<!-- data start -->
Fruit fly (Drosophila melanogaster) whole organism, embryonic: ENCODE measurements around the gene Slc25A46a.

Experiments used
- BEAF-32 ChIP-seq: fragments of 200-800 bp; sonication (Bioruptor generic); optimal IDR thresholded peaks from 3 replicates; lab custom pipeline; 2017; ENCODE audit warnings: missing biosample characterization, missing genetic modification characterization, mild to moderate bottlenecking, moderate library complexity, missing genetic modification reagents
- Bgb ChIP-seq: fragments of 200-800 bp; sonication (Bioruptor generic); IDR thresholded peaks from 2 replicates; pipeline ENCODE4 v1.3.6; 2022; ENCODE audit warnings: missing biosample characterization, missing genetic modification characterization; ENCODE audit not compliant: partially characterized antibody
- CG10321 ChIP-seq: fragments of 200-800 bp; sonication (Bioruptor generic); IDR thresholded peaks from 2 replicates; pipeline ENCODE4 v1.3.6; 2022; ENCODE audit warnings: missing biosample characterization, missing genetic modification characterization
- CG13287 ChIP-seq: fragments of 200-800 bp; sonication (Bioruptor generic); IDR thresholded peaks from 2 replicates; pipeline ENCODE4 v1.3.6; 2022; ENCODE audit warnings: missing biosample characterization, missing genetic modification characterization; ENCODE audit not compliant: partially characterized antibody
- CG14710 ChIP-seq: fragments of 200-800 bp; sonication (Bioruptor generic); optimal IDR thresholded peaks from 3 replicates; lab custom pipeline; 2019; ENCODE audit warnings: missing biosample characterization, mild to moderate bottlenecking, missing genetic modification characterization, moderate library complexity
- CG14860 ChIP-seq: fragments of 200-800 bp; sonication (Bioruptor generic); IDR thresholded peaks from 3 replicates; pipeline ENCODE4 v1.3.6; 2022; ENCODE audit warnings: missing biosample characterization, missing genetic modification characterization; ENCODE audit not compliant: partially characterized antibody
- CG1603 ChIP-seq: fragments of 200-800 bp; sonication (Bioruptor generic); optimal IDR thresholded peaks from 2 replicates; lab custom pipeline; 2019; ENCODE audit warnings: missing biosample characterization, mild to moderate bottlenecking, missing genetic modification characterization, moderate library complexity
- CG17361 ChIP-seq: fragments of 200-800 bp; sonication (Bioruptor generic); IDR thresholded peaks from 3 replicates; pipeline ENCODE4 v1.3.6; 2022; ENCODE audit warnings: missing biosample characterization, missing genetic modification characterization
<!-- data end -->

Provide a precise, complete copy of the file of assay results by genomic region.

Fruit fly (Drosophila melanogaster) whole organism, embryonic: ENCODE measurements around the gene Slc25A46a.

Experiments used
- BEAF-32 ChIP-seq: fragments of 200-800 bp; sonication (Bioruptor generic); optimal IDR thresholded peaks from 3 replicates; lab custom pipeline; 2017; ENCODE audit warnings: missing biosample characterization, missing genetic modification characterization, mild to moderate bottlenecking, moderate library complexity, missing genetic modification reagents
- Bgb ChIP-seq: fragments of 200-800 bp; sonication (Bioruptor generic); IDR thresholded peaks from 2 replicates; pipeline ENCODE4 v1.3.6; 2022; ENCODE audit warnings: missing biosample characterization, missing genetic modification characterization; ENCODE audit not compliant: partially characterized antibody
- CG10321 ChIP-seq: fragments of 200-800 bp; sonication (Bioruptor generic); IDR thresholded peaks from 2 replicates; pipeline ENCODE4 v1.3.6; 2022; ENCODE audit warnings: missing biosample characterization, missing genetic modification characterization
- CG13287 ChIP-seq: fragments of 200-800 bp; sonication (Bioruptor generic); IDR thresholded peaks from 2 replicates; pipeline ENCODE4 v1.3.6; 2022; ENCODE audit warnings: missing biosample characterization, missing genetic modification characterization; ENCODE audit not compliant: partially characterized antibody
- CG14710 ChIP-seq: fragments of 200-800 bp; sonication (Bioruptor generic); optimal IDR thresholded peaks from 3 replicates; lab custom pipeline; 2019; ENCODE audit warnings: missing biosample characterization, mild to moderate bottlenecking, missing genetic modification characterization, moderate library complexity
- CG14860 ChIP-seq: fragments of 200-800 bp; sonication (Bioruptor generic); IDR thresholded peaks from 3 replicates; pipeline ENCODE4 v1.3.6; 2022; ENCODE audit warnings: missing biosample characterization, missing genetic modification characterization; ENCODE audit not compliant: partially characterized antibody
- CG1603 ChIP-seq: fragments of 200-800 bp; sonication (Bioruptor generic); optimal IDR thresholded peaks from 2 replicates; lab custom pipeline; 2019; ENCODE audit warnings: missing biosample characterization, mild to moderate bottlenecking, missing genetic modification characterization, moderate library complexity
- CG17361 ChIP-seq: fragments of 200-800 bp; sonication (Bioruptor generic); IDR thresholded peaks from 3 replicates; pipeline ENCODE4 v1.3.6; 2022; ENCODE audit warnings: missing biosample characterization, missing genetic modification characterization